A neurotic L.A. building contractor (Mike Binder in his best Woody Allen imitation) pushes his wife (Mariel Hemingway) into entering into a three way sexual relationship. Unfortunately for him, his wife gets more out of it than he does and becomes a tigress seducing every female she meets including the contractor’s secretary.
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One week before proposing to his girlfriend, Kyle, a down-on-his-luck romantic, discovers that she’s been sleeping with another man. Unemployed, saddled with debt, and depressed, Kyle embarks on a funny yet affecting journey to recovery that involves living in his car, bottom-of-the-barrel jobs, therapy, online dating, and Kyle’s own wild, fantastical, and snarky imagination.
I believe the idea behind this flick was to show beautiful women getting naked in ludicrous situations, and it achieved this effect. There is plenty of nudity, as well as fun bonus features like casting calls where the women improvise with the director and actors (also getting naked). There is a good spirit to this thing, but one gets the sense that some of the tongue that was supposed to go in the cheek got cut off and left on the cutting-room floor, leaving the movie looking more stupid than anything. There is no sex in this, it is just a whole lot of fun nudity. So, if beautiful women finding any excuse to take off their clothes is your idea of a good time, wrapped in some cheesy space effects and a few good gags, this could be the thing for you. The brunette doing the striptease for the ridiculous, pizza-eating Elvis was the highlight for me. Everyone I’ve talked to who has seen this seems to have their own favorite goofy moment
Continuing his “legendary adventures of awesomeness”, Po must face two hugely epic, but different threats: one supernatural and the other a little closer to his home.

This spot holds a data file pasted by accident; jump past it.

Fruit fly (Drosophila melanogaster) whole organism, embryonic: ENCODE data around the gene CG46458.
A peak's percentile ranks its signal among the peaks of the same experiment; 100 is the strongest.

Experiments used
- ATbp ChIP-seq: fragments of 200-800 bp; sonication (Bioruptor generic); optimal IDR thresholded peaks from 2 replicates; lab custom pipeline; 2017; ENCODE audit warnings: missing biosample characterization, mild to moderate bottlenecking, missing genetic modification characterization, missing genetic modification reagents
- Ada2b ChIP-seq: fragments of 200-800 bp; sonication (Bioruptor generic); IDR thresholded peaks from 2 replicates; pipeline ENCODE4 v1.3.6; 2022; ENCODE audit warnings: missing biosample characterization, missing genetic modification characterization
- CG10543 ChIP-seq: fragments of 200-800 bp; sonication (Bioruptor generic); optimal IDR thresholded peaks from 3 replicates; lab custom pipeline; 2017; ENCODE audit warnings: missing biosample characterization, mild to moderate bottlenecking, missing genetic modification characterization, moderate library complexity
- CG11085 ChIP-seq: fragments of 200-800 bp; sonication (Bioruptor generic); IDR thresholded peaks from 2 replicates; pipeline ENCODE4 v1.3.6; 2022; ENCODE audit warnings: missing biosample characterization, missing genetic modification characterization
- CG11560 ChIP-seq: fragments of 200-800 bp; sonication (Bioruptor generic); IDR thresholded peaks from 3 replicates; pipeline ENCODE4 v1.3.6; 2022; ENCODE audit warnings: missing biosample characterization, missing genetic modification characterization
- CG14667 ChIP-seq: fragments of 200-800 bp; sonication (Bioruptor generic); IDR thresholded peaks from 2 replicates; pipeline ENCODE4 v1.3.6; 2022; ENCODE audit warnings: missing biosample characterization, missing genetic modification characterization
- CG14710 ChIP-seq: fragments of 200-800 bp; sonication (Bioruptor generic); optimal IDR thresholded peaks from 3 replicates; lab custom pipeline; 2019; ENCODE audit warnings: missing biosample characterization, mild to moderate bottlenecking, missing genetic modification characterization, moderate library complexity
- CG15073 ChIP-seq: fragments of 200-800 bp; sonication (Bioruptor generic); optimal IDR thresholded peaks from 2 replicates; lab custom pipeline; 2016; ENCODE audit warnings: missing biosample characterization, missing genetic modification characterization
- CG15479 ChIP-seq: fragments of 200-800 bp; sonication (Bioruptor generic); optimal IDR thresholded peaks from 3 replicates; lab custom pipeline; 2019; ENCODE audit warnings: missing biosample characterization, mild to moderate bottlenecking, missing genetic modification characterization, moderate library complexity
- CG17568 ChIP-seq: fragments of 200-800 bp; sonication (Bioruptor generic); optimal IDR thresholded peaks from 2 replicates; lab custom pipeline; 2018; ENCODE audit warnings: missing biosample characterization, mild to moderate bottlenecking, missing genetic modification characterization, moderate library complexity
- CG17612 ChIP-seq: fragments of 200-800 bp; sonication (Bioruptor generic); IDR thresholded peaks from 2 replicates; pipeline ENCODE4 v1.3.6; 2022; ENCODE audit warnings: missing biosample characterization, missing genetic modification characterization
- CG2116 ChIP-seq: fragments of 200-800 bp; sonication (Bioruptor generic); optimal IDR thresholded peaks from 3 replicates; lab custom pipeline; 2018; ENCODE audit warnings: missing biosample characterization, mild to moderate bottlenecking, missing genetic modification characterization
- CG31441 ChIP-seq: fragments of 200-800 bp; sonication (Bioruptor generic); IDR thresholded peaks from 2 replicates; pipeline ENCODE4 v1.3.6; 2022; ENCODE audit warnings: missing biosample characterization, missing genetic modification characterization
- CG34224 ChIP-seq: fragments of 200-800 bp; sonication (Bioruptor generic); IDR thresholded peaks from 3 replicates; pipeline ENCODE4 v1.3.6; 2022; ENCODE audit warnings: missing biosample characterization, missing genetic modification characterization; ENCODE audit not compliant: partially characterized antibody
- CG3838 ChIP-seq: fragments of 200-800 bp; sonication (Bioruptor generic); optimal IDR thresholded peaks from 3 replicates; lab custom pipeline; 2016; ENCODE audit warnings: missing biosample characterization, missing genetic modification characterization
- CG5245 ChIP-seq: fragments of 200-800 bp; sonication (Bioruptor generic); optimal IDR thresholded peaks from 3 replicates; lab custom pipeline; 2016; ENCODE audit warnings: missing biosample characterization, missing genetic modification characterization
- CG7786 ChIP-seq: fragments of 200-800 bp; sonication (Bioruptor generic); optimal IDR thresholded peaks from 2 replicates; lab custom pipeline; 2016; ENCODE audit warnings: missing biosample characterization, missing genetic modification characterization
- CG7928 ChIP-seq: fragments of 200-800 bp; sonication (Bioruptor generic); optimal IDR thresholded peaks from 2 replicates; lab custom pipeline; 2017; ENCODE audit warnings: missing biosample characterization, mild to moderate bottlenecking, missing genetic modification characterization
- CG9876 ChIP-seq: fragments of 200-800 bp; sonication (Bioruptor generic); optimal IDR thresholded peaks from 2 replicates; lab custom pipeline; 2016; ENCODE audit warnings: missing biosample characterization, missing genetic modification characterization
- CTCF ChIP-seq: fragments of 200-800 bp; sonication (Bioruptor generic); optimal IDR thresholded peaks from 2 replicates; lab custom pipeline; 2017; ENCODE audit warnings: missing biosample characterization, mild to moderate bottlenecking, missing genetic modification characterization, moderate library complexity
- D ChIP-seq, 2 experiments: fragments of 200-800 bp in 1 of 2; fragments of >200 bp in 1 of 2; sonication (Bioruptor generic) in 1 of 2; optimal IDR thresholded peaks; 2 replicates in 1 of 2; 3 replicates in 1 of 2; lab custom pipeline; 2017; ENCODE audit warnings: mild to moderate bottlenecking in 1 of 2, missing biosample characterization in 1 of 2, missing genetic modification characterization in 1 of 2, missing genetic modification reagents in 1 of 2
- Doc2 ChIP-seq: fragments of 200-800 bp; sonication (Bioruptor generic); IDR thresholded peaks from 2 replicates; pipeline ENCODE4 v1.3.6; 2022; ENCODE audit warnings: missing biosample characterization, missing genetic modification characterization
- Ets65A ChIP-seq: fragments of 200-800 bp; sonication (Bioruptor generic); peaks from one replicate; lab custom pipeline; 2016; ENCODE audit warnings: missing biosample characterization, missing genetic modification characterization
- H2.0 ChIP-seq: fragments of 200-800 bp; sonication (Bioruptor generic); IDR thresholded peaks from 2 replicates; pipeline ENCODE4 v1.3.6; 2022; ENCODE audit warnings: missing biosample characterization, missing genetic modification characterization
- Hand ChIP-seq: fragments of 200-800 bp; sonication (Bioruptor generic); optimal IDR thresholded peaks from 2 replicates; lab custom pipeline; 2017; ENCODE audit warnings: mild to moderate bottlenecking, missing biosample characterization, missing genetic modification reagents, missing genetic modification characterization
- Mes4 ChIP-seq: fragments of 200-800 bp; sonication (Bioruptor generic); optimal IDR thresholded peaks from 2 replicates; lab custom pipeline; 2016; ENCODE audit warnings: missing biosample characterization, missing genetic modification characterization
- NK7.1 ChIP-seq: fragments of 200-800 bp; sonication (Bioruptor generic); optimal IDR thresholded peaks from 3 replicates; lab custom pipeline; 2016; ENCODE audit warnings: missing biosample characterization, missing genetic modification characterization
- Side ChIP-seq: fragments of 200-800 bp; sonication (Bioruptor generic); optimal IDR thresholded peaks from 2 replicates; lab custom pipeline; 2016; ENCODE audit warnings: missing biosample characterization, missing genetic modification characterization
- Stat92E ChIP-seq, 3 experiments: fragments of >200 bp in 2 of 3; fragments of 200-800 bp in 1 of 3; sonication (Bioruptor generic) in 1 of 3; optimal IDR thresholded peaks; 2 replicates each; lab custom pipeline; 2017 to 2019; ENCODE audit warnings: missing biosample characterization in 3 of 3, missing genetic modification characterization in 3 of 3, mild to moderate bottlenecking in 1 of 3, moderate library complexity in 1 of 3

Mother and daughter bicker over everything — what Anna wears, whom she likes and what she wants to do when she’s older. In turn, Anna detests Tess’s fiancé. When a magical fortune cookie switches their personalities, they each get a peek at how the other person feels, thinks and lives.
Mild-mannered Paul Blart (Kevin James) has always had huge dreams of becoming a State Trooper. Until then, he patrols the local mall as a security guard. With his closely cropped moustache, personal transporter and gung-ho attitude, only Blart seems to take his job seriously. All that changes when a team of thugs raids the mall and takes hostages. Untrained, unarmed and a super-size target, Blart has to become a real cop to save the day.
American viewers may know him best as the British correspondent on “The Daily Show,” but John Oliver is also an accomplished stand-up comic. In his first Comedy Central special Oliver tackles the topics that perplex him about the United States. He takes well-aimed shots at the American political process and the invasion of Iraq (including how the Brits would have done it differently), and argues for reparations from the Revolutionary War.
In the midst of a nasty public breakup of married movie stars, a studio publicist scrambles to put a cap on the escalating situation as the couple’s latest film has found it’s only print kidnapped by the director.
It’s a movie about Hungover guys that get lost in a death match game: Each year, drunk people are selected to participate in torturous games the morning after a big night out. There’s no sunglasses, no water, and no headache medicine. “The Hungover Games,” a film that manages to merge the premises of both “The Hunger Games” and “The Hangover” … and throw in references to “Ted,” “Django Unchained,” “The Lord of the Rings,” “Carrie,” “The Real Housewives of Beverly Hills” and whatever else crossed the writers’ fevered brains during the probably very drunken “development process.”